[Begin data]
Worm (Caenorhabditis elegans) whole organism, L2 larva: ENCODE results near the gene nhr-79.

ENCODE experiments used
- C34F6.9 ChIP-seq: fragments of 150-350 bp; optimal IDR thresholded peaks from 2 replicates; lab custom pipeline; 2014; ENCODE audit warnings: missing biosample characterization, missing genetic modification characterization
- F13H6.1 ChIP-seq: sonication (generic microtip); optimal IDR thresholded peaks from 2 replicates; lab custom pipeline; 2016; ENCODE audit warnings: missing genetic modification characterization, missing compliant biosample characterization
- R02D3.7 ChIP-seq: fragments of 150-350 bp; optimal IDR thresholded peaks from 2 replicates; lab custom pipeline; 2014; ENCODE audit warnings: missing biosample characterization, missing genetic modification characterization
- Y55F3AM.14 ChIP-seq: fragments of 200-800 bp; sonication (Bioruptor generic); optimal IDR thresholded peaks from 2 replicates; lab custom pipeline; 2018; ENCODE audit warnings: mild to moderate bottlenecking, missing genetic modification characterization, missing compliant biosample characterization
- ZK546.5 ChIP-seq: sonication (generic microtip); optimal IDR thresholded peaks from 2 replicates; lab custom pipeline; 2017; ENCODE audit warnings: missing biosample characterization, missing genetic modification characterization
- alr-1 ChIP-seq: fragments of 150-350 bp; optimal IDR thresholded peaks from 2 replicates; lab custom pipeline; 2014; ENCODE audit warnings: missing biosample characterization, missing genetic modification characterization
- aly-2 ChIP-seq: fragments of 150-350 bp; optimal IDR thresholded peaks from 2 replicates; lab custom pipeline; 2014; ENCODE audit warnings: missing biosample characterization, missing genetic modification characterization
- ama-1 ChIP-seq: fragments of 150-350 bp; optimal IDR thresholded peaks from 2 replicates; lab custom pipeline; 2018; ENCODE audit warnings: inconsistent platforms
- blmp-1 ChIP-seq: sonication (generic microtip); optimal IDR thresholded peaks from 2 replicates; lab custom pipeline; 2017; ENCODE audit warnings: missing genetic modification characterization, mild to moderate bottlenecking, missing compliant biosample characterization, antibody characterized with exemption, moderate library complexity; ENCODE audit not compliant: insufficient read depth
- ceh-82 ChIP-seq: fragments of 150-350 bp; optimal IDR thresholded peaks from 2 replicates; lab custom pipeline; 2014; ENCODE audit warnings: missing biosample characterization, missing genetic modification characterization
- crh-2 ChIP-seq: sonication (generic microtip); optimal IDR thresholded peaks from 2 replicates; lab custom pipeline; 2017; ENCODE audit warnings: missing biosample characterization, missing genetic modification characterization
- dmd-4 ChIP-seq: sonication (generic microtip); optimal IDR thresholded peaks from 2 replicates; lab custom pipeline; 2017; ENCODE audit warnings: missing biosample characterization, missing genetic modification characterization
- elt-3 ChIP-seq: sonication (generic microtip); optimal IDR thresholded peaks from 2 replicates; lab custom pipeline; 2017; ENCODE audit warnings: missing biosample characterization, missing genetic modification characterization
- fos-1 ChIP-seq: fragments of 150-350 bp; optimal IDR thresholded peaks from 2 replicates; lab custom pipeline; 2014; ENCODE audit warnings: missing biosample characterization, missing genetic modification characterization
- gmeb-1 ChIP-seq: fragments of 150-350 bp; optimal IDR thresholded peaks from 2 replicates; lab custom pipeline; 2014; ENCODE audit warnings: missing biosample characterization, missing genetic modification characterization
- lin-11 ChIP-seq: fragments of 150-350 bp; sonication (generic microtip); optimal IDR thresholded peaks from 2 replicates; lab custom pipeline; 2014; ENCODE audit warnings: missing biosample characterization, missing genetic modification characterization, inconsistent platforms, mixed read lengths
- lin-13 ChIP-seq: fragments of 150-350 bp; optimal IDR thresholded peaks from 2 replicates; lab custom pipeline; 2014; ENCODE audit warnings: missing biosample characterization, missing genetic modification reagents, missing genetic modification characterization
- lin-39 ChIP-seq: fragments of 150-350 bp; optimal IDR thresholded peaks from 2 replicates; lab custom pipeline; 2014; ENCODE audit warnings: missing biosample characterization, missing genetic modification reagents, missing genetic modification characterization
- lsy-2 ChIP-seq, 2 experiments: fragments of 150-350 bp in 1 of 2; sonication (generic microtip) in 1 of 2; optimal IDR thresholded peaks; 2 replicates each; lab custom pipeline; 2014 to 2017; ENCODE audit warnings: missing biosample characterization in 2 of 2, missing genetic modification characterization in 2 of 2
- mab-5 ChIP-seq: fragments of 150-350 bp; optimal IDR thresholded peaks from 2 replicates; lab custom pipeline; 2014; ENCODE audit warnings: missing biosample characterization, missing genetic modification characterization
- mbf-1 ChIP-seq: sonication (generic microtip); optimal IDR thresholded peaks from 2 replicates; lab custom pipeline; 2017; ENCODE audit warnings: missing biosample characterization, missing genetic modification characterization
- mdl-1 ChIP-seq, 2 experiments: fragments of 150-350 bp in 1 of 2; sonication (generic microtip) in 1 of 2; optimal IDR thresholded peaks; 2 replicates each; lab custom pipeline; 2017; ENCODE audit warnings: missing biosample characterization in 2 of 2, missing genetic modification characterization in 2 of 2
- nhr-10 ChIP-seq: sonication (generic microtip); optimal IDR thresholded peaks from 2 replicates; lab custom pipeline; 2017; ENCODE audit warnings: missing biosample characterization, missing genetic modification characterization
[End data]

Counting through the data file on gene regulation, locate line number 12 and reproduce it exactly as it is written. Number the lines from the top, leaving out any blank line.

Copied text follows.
- ceh-82 ChIP-seq: fragments of 150-350 bp; optimal IDR thresholded peaks from 2 replicates; lab custom pipeline; 2014; ENCODE audit warnings: missing biosample characterization, missing genetic modification characterization